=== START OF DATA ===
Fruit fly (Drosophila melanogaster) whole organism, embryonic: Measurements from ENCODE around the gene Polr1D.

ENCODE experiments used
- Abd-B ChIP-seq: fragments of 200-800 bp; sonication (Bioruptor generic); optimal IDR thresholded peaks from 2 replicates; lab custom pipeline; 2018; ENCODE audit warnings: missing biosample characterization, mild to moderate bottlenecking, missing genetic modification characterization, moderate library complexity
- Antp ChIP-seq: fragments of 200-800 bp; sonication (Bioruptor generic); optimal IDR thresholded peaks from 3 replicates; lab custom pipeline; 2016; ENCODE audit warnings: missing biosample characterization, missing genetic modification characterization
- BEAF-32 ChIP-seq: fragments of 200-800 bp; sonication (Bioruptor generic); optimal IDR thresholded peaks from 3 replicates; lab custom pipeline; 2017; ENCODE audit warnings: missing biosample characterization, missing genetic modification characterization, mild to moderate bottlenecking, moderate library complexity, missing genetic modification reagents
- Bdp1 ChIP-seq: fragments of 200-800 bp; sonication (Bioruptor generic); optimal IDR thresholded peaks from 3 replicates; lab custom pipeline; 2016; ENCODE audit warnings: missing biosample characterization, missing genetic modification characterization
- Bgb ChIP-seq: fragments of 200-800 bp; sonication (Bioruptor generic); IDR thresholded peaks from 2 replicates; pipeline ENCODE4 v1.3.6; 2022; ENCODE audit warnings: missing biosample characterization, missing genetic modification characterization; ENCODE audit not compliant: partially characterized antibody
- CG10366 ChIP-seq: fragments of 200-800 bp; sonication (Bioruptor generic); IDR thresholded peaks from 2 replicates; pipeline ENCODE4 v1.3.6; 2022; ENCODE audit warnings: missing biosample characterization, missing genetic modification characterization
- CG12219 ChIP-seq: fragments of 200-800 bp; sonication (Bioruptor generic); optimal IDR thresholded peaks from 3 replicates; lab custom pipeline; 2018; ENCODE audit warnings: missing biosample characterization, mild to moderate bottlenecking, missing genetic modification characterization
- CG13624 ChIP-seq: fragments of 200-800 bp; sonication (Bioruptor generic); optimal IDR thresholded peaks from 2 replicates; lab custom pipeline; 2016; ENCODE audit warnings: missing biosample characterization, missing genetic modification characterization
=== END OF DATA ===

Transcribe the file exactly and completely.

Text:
Fruit fly (Drosophila melanogaster) whole organism, embryonic: Measurements from ENCODE around the gene Polr1D.

ENCODE experiments used
- Abd-B ChIP-seq: fragments of 200-800 bp; sonication (Bioruptor generic); optimal IDR thresholded peaks from 2 replicates; lab custom pipeline; 2018; ENCODE audit warnings: missing biosample characterization, mild to moderate bottlenecking, missing genetic modification characterization, moderate library complexity
- Antp ChIP-seq: fragments of 200-800 bp; sonication (Bioruptor generic); optimal IDR thresholded peaks from 3 replicates; lab custom pipeline; 2016; ENCODE audit warnings: missing biosample characterization, missing genetic modification characterization
- BEAF-32 ChIP-seq: fragments of 200-800 bp; sonication (Bioruptor generic); optimal IDR thresholded peaks from 3 replicates; lab custom pipeline; 2017; ENCODE audit warnings: missing biosample characterization, missing genetic modification characterization, mild to moderate bottlenecking, moderate library complexity, missing genetic modification reagents
- Bdp1 ChIP-seq: fragments of 200-800 bp; sonication (Bioruptor generic); optimal IDR thresholded peaks from 3 replicates; lab custom pipeline; 2016; ENCODE audit warnings: missing biosample characterization, missing genetic modification characterization
- Bgb ChIP-seq: fragments of 200-800 bp; sonication (Bioruptor generic); IDR thresholded peaks from 2 replicates; pipeline ENCODE4 v1.3.6; 2022; ENCODE audit warnings: missing biosample characterization, missing genetic modification characterization; ENCODE audit not compliant: partially characterized antibody
- CG10366 ChIP-seq: fragments of 200-800 bp; sonication (Bioruptor generic); IDR thresholded peaks from 2 replicates; pipeline ENCODE4 v1.3.6; 2022; ENCODE audit warnings: missing biosample characterization, missing genetic modification characterization
- CG12219 ChIP-seq: fragments of 200-800 bp; sonication (Bioruptor generic); optimal IDR thresholded peaks from 3 replicates; lab custom pipeline; 2018; ENCODE audit warnings: missing biosample characterization, mild to moderate bottlenecking, missing genetic modification characterization
- CG13624 ChIP-seq: fragments of 200-800 bp; sonication (Bioruptor generic); optimal IDR thresholded peaks from 2 replicates; lab custom pipeline; 2016; ENCODE audit warnings: missing biosample characterization, missing genetic modification characterization